Someone might really want to keep their favourite YouTube videos forever. For this, said someone might use a
youtube-dl fork called
yt-dlp. In this fictional scenario imagine that “I” employ this method of downloading YouTube videos.
Like the original it has lots of options and as of the writing of this post it gets regular updates. To get it all working on macOS the installation is easy enough using homebrew:
brew install yt-dlp. You will also need ffmpeg installed.
The real difficulty was trying to figure out how to get the best video and audio in a format that ist compatible on basically all my devices and – most importantly – my Plex server.
Without going into the discovery process, which involved some trial and error (being a lame script kiddie in that regard…) I found what works best for my use case. So, without any further delay, this is what I use:
yt-dlp -v --merge-output-format "mp4/mkv" -o "/Volumes/Mediathek/youtube-dl/YT-Fav-Archive/%(upload_date)s - %(release_date)s - %(channel)s - %(title)s - %(id)s.%(ext)s" -i -f 'bestvideo+bestaudio' --download-archive /Volumes/Mediathek/youtube-dl/YT-Fav-Archive/archive.txt "https://www.youtube.com/playlist?list=[PLAYLIST ID]"
-v just creates a verbose output for troubleshooting and curiosity reasons.
--merge-output-format "mp4/mkv" specifies the containers that may be used for the output file. I allow mp4 and mkv.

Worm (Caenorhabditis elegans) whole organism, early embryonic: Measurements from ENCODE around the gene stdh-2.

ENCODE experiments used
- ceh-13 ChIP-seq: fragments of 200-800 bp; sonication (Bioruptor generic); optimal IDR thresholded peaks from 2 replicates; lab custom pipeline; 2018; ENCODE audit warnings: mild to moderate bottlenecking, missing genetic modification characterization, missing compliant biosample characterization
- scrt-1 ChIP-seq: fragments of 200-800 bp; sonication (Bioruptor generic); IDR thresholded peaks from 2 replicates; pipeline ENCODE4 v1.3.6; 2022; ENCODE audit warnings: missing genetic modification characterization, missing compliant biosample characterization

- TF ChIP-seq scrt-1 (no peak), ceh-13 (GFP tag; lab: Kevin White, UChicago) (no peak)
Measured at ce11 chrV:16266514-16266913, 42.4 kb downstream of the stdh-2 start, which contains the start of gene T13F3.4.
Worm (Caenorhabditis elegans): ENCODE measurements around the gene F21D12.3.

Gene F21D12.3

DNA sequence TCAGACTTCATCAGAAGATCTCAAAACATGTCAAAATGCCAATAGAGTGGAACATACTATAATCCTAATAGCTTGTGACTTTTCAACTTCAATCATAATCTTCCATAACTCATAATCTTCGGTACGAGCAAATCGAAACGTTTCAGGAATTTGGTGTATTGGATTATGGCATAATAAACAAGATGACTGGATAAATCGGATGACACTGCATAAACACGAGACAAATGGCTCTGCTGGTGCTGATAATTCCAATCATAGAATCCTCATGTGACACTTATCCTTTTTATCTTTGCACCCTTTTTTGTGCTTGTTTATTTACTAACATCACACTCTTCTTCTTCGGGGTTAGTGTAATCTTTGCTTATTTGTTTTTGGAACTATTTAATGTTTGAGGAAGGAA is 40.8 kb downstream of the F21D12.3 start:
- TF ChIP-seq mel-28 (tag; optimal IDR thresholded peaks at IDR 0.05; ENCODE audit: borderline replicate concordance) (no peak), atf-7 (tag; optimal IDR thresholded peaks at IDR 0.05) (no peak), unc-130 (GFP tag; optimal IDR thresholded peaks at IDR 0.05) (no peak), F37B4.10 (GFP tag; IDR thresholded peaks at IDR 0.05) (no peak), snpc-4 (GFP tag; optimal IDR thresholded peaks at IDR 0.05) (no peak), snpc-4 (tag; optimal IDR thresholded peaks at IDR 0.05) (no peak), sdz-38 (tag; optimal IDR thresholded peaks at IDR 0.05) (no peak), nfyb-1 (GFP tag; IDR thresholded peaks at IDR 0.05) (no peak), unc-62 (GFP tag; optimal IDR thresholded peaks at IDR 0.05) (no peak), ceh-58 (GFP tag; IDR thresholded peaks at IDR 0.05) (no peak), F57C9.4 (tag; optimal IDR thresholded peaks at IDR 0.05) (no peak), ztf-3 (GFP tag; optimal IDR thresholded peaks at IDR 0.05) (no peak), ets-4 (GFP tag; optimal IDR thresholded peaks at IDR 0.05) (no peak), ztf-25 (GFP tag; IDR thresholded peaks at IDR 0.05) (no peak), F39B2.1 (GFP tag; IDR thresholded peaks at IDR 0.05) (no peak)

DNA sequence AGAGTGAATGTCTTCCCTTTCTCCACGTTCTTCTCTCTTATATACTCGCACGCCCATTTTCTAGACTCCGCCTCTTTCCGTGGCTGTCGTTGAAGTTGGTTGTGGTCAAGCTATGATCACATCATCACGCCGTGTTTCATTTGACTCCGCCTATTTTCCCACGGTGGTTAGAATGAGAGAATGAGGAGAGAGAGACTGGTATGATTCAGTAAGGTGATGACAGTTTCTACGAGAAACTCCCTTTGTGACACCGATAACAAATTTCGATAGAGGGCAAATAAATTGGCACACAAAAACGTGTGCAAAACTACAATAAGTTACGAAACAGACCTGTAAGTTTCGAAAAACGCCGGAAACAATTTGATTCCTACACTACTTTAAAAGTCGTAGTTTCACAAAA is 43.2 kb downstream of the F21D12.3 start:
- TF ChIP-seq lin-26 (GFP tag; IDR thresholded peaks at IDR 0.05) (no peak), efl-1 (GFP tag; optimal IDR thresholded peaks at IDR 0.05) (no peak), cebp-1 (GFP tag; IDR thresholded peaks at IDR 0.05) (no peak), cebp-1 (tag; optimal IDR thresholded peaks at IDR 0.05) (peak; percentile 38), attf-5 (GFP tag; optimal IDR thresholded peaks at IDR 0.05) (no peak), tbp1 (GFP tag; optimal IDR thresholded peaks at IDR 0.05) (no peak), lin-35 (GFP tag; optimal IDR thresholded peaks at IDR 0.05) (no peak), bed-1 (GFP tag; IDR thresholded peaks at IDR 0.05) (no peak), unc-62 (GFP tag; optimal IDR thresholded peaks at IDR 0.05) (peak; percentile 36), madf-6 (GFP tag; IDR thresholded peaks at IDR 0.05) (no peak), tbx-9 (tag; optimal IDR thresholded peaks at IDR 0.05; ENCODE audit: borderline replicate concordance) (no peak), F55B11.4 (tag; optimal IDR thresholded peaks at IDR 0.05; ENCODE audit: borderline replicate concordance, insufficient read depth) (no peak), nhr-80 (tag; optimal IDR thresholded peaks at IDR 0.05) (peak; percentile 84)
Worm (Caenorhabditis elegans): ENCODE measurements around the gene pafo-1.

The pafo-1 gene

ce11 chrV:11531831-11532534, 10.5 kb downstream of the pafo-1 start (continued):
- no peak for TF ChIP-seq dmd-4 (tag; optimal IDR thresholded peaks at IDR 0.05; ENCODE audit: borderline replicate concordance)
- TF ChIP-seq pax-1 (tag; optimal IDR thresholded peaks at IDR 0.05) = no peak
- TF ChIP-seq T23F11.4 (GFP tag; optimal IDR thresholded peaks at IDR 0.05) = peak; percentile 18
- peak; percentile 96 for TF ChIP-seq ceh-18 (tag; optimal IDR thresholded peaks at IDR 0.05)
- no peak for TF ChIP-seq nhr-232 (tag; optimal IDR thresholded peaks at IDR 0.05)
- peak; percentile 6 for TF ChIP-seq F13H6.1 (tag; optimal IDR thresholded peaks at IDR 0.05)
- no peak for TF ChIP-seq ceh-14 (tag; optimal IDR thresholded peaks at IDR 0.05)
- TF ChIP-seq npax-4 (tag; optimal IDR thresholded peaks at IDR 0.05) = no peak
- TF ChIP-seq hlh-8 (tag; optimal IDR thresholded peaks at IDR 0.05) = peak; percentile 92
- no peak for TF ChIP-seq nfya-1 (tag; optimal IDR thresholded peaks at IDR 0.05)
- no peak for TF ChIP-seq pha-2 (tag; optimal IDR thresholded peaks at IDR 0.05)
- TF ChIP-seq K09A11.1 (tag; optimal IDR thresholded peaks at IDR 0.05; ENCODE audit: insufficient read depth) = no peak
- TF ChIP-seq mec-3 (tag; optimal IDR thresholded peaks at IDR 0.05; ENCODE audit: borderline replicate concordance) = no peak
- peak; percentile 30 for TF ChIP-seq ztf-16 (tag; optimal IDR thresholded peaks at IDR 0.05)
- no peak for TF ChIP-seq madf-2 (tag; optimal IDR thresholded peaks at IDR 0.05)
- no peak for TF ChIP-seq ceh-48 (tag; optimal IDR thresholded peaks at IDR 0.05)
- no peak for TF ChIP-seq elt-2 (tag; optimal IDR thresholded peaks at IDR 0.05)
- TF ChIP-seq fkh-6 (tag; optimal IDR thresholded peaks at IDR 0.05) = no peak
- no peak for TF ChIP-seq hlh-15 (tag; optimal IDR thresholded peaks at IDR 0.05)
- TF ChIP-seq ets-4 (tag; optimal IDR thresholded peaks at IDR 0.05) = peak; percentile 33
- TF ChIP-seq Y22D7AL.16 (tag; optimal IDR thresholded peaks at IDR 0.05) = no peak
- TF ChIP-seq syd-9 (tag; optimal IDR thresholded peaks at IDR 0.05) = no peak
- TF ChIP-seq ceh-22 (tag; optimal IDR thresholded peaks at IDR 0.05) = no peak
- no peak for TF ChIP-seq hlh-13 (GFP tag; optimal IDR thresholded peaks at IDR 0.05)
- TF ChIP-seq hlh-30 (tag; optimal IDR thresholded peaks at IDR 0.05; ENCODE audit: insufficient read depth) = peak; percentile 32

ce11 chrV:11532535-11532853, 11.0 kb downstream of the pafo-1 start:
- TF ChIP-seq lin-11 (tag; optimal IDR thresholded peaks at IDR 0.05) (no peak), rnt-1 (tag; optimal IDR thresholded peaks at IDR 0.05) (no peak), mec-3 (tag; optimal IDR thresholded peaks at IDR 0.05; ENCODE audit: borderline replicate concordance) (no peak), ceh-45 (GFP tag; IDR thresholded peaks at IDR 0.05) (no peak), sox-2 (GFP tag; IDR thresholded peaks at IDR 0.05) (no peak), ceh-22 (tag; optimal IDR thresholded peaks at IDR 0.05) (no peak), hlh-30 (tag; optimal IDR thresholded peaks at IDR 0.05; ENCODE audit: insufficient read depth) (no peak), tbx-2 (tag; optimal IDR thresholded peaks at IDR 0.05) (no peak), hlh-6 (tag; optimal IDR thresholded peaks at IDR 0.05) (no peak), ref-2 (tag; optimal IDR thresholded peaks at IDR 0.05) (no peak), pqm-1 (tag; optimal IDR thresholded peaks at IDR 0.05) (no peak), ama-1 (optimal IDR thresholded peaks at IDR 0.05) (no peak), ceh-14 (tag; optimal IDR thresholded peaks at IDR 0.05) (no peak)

-o just specifies the output file.
What follows inside the quotation marks ist just the path to my Synology share with a specification of the file name, which is pretty self explanatory.
%(id)s is the YouTube video ID.
-i specifies to continue on download errors (e. g. skipping unavailable videos)
-f specifies the output format being
'bestvideo+bestaudio'. yt-dlp should try to get the best video and audio on its own, but for some reason I wrote this to my text file ages ago. Suspecting I might have had a reason – and this works – I keep copying everything into the terminal.
--download-archive is the really awesome feature: yt-dlp writes all successfully downloaded videos to the specified text file. Next time you run it against the same playlist, all video IDs in this file get skipped. This way only new videos in the playlist get downloaded.
"https://www.youtube.com/playlist?list=[PLAYLIST ID]" then just is the URL to the playlist.
But isn’t a Favourites playlist private and only for my account to see?Someone who might ask
It should be possible to use YouTube credentials and some type of cookie wizardry to log in and authenticate use of the playlist. I had some trouble logging into Youtube with yt-dlp, so I decided it’s not worth my time and fell back to a – for me – reasonably okay solution: The Playlist gets to be public for the duration of the download.
Unfortunately, the Favourites playlist can’t be just unlisted, it has to be either private or public.
What happens when your press enter after all of that is amazing:
yt-dlp downloads the video and audio files in their respective best available quality. After both files are saved to disk, yt-dlp invokes ffmpeg to package everything neatly into a matroska file. The temporary separate video and audio files are then deleted.
And in the end everything is saved, named correctly and forever mine in my favourites archive.